Creation of Dada Picnic

Creation of Dada Picnic

At 16h00 on Christmas Eve, one hour before he left for the airport, William Kentridge signed the trial proof of Dada Picnic. Amid this remarkable schedule, William Kentridge made the space and time to honour a commitment to Artist Proof Studio.

 An account of the collaboration of the artworks sahred by APS executive director Kim Berman.


William drew the sugar lift image on the plate on Thursday evening of December 20th, after everyone else had closed for the holidays. Pontsho Sikhosana came in to APS Friday morning to assist in etching and printing the first layer of the plate, before I took over the work on an inspiring collaboration.

Over Saturday, Sunday and Monday, William repainted the sugar-lift, dry-pointed and scraped away, and I proofed and etched four more layers aquatint etching blocking out selected areas until he was satisfied with the increasing richness of tonality and complexity.

The final result consists of dense layers of different tonalities of aquatint, and witty texts scraped out and re-etched: ‘Panic’ receding then re-amplified; ‘always remember me-me’ words from a headless-systems-character disappearing and the re-instated in the negative through etching over text written with a marking pen on the plate.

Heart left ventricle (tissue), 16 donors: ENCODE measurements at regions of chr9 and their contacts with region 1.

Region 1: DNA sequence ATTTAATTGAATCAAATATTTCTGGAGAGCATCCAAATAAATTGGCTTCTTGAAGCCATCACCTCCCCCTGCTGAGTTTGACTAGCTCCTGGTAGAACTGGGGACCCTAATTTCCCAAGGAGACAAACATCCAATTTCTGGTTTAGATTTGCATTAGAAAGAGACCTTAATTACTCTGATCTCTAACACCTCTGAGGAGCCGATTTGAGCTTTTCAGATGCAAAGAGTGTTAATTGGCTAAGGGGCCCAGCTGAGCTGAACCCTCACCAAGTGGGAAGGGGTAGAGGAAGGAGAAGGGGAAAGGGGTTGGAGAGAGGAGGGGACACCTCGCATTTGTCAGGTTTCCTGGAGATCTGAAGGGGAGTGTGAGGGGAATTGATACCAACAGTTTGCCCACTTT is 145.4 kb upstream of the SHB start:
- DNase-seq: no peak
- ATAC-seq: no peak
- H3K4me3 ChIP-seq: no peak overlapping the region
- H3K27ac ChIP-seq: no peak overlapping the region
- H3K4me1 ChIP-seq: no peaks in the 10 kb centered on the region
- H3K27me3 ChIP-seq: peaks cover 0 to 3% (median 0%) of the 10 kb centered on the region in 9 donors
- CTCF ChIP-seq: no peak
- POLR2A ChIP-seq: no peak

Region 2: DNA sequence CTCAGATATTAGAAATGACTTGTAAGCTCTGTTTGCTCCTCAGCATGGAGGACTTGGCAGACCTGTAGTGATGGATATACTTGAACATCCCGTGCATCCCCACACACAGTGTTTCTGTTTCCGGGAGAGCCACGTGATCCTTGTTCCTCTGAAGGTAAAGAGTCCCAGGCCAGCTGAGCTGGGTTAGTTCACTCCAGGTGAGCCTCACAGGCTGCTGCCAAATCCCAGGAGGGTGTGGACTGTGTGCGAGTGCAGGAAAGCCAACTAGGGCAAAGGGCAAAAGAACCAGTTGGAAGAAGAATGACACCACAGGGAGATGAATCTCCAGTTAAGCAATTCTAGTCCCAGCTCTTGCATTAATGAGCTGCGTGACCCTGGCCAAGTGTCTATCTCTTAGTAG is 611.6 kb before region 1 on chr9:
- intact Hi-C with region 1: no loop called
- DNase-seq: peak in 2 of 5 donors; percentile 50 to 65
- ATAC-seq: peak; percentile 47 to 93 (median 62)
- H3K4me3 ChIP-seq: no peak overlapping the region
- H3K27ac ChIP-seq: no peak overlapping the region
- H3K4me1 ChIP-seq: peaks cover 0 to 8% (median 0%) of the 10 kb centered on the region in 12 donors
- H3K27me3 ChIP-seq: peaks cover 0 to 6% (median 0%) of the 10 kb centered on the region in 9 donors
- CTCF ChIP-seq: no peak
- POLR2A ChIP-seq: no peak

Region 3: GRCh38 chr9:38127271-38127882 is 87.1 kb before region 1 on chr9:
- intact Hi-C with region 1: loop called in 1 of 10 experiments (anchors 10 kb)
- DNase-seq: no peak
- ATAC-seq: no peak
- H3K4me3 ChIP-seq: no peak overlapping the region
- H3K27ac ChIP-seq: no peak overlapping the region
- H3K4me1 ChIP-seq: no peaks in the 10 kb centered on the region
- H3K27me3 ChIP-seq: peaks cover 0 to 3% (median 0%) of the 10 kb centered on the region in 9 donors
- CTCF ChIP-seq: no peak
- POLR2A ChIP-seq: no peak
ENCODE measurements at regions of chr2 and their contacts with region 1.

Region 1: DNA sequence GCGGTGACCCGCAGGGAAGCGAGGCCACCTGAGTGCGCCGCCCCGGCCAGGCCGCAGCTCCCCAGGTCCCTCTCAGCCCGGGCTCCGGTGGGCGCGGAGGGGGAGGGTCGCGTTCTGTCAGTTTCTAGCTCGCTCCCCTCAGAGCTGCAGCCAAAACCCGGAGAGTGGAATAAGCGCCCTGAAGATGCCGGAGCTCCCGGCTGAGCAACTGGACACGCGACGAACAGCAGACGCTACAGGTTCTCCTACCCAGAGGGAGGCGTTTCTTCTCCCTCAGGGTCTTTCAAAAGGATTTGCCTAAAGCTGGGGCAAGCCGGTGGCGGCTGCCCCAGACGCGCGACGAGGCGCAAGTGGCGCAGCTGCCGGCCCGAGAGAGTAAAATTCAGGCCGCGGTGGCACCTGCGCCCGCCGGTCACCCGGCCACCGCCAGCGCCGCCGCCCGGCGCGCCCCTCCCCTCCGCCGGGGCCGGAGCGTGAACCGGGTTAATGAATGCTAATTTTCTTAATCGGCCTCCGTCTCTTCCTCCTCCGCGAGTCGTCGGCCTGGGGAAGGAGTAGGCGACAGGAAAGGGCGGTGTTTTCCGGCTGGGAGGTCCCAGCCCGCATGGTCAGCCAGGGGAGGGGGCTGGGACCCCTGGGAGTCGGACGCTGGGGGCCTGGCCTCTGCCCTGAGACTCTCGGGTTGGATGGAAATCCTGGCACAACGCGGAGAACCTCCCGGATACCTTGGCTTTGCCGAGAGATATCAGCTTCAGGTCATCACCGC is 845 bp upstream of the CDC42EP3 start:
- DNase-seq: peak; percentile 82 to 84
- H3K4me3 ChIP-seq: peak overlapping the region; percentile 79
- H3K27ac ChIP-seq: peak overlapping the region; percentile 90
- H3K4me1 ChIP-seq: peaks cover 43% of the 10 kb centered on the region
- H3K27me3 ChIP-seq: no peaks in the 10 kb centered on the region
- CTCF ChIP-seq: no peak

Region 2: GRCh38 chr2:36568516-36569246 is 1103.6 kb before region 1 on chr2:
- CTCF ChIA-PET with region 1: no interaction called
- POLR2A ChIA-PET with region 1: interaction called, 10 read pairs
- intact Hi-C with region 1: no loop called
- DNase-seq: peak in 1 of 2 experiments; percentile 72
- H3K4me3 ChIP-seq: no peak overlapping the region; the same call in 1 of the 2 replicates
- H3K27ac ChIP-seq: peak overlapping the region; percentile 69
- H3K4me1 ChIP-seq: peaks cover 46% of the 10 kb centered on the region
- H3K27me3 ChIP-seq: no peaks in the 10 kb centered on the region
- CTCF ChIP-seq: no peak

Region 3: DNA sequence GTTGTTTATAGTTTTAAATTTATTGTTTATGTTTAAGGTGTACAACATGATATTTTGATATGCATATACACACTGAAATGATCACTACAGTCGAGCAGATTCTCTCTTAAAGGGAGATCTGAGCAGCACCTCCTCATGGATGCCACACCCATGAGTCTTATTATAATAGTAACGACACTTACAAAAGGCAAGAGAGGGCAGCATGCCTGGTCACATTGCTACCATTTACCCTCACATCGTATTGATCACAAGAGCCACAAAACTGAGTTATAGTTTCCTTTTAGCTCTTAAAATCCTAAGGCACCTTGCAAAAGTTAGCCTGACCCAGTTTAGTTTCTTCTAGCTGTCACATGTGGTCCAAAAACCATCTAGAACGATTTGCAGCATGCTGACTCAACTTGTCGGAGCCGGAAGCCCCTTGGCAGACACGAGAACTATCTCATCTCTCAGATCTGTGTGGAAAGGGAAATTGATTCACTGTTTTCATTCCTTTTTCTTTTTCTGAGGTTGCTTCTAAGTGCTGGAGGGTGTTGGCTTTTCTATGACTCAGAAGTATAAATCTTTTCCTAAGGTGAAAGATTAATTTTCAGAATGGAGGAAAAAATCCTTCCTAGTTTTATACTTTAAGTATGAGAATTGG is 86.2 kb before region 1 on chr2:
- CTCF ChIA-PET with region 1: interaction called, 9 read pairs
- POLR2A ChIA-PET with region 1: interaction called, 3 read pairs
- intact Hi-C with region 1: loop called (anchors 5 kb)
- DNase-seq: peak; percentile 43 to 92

The two plates consist of single procession of key moments by Dadaists (Francis Picabia, Jean Arp and Max Ernst) and the second represents office characters including a portrait of his embossing stamp or ‘chop’ that sits on one of his work tables in the studio.

A version of this composition is currently in production as a monumental tapestry by Marguerite Stephens and her weaving studio.

William Kentridge had just returned home for ten days from a grueling international schedule, after the monumental production of The Head & the Load showing in New York in December, fitting in another major exhibition in Basel and working furiously toward a major exhibition of new work at the Marion Goodman Gallery show in New York in March. On Christmas Eve he was on his way to Australia to rehearse a major production of Wozzeck at the Sydney Opera House opening in January.

The production of The Head & the Load which seeks to right a wrong in the world’s historical consciousness” and is “about all the contradictions and paradoxes of colonialism that were heated and compressed by circumstances of the war,” has been described as one of his most ambitious projects yet undertaken. The acclaim of that production was expressed in New York Magazine review, consolidating Kentridge’s position as one of the greatest living artists of our time:

“Today’s art world is powerfully drawn to Kentridge because he’s mastered one of our period’s greatest challenges: how to create an art of cultural authority, one that takes the moral measure of our time.”—New York Magazine


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